With over a quarter of Australia’s population coming from approximately 200 different overseas countries, no one could doubt that we’re now a very multi-ethnic country. Several million of these people have made Australia home, but they often have very little contact with Christians, and minimal understanding of the gospel. This book is about helping Christians and churches to understand the WHY, WHAT, HOW and WHEN of vibrant cross-cultural ministries, and to get involved.
“Changing Lanes, Crossing Cultures. Equipping Christians and churches for ministry in a culturally diverse society” is a very practical guide to cross-cultural ministry. Its three authors are all cross-cultural practitioners in Australia. Andrew Schachtel worked overseas with Interserve for more than 20 years, and now serves as a team member of Interserve’s CultureConnect program engaging migrants, refugees and international students. Choon-Hwa Lim has a psychology private practice, lectures in Intercultural Communications, and has experience in developing international ministry in churches. Mike Wilson has for over two decades been helping churches to reach out to people across cultures, and has lectured on ministering across cultures at a number of Bible Colleges. He also has overseas experience.
Why “Changing Lanes”? As Christians and churches in Australia face the cultural changes taking place in our cities and towns, there’s a need to learn appropriate and effective new skills, and change approaches and directions in how we do ministry. This book will aid Christians and churches as they undertake the crucial, challenging but very rewarding process of changing lanes in an increasingly multicultural environment.
Changing Lanes, Crossing Cultures includes an examination of the biblical motivation for cross-cultural ministry, steps to overcome obstacles, practical information on how to get involved and many helpful anecdotes and case studies. Each section contains thought-provoking questions for reflection and discussion. It’s written so that any person can pick it up and read it, or small-groups can study it over six sessions.
How to obtain your copy: –
From Interserve Australia at interserve.org.au/learn/resources/books, or call 1800 067 100. Price: $18.00 plus postage (discounts are available for bulk orders) or from Koorong Books
“This is a timely and important book. Valuable because the authors are all highly experienced in the areas of cross-cultural ministry they write about. Accessible, Biblical, and thoughtful, Changing Lanes, Crossing Cultures is written for churches trying to understand the culturally diverse cities and towns of Australia and looking for practical suggestions about how best to respond in ministry and mission.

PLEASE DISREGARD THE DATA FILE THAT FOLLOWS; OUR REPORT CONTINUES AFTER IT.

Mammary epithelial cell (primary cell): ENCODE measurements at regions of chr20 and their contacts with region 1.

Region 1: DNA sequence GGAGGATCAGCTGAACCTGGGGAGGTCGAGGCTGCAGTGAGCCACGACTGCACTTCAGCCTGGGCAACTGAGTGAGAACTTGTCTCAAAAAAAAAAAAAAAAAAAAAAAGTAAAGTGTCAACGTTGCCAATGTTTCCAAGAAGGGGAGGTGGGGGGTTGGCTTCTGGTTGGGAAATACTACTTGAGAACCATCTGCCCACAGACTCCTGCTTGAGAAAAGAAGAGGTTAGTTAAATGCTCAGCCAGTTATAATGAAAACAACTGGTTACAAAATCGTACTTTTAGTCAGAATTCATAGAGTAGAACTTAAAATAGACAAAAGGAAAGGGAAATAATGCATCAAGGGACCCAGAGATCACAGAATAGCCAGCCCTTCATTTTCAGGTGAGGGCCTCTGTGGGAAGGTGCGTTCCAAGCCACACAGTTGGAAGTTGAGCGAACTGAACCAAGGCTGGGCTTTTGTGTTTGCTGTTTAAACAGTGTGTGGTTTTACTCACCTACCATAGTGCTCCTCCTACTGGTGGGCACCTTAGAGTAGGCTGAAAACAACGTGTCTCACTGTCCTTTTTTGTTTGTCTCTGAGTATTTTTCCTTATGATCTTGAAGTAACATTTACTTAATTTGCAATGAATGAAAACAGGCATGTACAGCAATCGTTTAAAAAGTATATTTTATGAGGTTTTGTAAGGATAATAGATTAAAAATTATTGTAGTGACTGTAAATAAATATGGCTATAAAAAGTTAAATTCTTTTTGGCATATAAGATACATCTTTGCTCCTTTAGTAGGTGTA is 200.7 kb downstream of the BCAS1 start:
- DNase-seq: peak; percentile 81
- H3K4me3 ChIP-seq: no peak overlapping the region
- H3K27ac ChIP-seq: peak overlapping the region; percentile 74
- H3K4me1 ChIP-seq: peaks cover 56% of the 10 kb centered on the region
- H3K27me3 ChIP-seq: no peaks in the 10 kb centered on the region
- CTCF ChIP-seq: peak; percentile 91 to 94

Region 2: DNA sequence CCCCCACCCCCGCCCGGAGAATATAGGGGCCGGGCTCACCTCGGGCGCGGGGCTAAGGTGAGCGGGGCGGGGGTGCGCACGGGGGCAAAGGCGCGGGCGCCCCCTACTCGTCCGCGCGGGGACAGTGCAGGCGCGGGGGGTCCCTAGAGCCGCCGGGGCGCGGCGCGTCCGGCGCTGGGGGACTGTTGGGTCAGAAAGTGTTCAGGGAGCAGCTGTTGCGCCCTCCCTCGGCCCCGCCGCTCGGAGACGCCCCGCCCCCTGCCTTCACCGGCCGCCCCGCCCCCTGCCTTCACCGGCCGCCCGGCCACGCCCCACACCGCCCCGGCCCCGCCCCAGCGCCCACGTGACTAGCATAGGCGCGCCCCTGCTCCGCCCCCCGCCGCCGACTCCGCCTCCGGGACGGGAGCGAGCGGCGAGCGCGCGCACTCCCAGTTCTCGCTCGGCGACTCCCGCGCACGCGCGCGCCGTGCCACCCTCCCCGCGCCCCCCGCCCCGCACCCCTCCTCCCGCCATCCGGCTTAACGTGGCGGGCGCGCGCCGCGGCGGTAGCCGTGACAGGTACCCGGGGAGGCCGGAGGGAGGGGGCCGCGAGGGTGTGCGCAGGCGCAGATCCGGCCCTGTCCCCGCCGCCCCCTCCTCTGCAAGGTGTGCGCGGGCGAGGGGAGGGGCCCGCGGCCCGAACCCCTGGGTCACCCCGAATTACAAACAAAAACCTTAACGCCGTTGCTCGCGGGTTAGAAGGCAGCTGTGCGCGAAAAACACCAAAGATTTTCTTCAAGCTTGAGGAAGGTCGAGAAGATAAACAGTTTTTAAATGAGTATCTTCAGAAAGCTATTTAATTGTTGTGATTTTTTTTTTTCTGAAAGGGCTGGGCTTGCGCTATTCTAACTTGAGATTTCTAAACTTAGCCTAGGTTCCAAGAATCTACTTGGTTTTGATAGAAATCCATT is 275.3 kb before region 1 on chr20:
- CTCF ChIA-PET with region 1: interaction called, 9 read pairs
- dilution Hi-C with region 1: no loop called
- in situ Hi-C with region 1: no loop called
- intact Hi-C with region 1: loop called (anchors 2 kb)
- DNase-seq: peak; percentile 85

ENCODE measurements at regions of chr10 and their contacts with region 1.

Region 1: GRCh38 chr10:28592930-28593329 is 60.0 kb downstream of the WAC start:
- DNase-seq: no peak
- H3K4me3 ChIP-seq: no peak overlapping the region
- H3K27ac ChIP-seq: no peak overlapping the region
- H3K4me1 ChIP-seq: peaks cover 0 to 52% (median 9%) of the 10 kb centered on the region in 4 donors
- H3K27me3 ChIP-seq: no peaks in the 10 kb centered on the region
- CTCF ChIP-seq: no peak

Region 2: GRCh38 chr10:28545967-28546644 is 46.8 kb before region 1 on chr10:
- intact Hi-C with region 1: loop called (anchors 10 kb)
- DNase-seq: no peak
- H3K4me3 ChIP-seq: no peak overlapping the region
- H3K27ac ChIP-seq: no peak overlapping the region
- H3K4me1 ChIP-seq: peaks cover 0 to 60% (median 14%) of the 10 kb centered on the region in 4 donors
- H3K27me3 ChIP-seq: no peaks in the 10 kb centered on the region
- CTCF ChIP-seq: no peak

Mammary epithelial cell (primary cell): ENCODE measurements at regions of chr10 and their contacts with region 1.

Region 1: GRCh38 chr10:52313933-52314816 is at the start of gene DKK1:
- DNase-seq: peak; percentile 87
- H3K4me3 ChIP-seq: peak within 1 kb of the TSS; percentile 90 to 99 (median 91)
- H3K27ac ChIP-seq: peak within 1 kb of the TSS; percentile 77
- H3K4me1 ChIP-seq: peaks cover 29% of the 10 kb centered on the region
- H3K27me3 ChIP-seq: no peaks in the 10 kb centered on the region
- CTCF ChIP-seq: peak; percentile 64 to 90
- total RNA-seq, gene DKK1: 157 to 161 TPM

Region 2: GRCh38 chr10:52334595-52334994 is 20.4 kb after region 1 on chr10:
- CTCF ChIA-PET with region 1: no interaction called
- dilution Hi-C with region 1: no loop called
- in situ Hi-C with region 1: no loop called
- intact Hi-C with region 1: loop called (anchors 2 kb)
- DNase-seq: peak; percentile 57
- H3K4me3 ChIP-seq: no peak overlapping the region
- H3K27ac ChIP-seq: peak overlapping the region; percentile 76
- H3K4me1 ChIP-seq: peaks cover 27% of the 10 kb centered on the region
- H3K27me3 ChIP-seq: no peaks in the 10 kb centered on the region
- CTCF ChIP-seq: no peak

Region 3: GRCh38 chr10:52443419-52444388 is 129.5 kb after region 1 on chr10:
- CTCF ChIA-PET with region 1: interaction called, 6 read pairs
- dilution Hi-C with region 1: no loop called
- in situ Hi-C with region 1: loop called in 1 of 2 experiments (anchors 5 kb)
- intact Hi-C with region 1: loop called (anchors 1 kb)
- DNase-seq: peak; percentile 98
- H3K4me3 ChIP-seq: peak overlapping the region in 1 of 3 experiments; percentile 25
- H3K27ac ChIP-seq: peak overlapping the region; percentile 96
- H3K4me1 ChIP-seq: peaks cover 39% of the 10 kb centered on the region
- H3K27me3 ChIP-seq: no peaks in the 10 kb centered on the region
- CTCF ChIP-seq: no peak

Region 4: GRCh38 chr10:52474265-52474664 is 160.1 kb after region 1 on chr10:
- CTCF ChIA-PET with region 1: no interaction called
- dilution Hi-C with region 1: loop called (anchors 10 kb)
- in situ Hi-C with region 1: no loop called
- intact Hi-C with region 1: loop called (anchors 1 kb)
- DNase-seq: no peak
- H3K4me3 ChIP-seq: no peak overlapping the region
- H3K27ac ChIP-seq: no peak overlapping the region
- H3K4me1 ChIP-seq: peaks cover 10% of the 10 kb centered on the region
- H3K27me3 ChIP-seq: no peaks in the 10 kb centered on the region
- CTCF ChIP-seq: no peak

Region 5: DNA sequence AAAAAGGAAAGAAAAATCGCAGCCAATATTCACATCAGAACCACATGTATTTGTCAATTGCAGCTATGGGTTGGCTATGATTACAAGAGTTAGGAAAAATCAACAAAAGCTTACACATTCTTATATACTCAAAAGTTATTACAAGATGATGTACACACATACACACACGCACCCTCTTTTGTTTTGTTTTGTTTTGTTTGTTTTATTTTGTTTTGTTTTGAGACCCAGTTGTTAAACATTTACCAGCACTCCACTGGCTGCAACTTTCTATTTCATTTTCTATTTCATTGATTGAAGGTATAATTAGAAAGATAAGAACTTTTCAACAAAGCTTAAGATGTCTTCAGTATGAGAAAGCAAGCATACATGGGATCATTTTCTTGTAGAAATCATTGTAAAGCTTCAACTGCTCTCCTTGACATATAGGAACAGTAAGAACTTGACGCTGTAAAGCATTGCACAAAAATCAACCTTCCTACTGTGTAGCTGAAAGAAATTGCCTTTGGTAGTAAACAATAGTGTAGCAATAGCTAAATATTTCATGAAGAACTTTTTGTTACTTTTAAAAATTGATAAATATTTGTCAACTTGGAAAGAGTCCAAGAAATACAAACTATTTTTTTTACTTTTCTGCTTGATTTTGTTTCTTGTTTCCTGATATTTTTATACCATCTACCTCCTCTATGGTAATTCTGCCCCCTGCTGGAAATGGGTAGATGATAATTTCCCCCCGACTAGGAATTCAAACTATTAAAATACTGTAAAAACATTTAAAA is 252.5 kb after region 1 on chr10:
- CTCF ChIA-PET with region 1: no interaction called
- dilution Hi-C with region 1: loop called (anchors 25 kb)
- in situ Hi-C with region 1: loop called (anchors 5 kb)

I pray that its prayerful and biblical approach to cross-cultural practice and theory will generate innovative approaches to cross-cultural ministry here in Australia.”
Darrell Jackson – Senior Lecturer in Missiology, Morling College, Sydney
“There is much help available to those who grab their passport and head to another country on cross-cultural mission. However, there is much less help available for another cross-cultural field that is right under our noses. All major Australian cities (metropolitan and regional) are now profoundly multicultural and many rural communities have their pockets of new Australians. We Christians feel that we should to reach across our local cultures but are clueless about how to start.
This book is written to help Australian churches change lanes and reach the cultures next door. The three writers bring a variety of global and local cross-cultural experiences and this enriches the book.
The book is designed to help local Australian churches understand the cultures around them and make connections for the sake of Jesus. It has a workbook format and is designed for use by groups.
The six modules cover motivations (1-2), possible barriers (3) and methods (4-6). A glossary and appendices including tables, diagnostic instruments and a list of resources support these modules. Individual modules typically call readers to prayer, give a Biblical reflection, provide input material for reading and end with a summary and questions to work on. The modules are not so much a ‘how-to’ textbook, but rather a guide to help local churches figure out what is going on in their community and make the connections.
That’s the strength of this book – it is a tool not a blueprint. Local church cultural mission is not easy and the book is frank about such challenges as motivations, practical hindrances and just getting to the first step of knowing and engaging with our neighbours. The book will push churches to look at themselves, their communities and ask the hard questions about how to connect.
When I returned from an overseas ministry stint it struck me how multicultural Australia now is. It also struck me that many monocultural Anglo churches were withering. It’s not hard to see why – they were often stuck in a maintenance mode of ministry and disconnected from the local community’s shape. The churches that were doing well all had a missional approach to ministry and a multicultural shape. It was a short jump from those observations to the realisation that the cross-cultural techniques that I had seen in SE Asia were needed here. This book is a timely and useful tool to help Australian churches transfer ministry wisdom from overseas mission to the local scene. It will be on my course lists.”
David Burke of Christ College in Sydney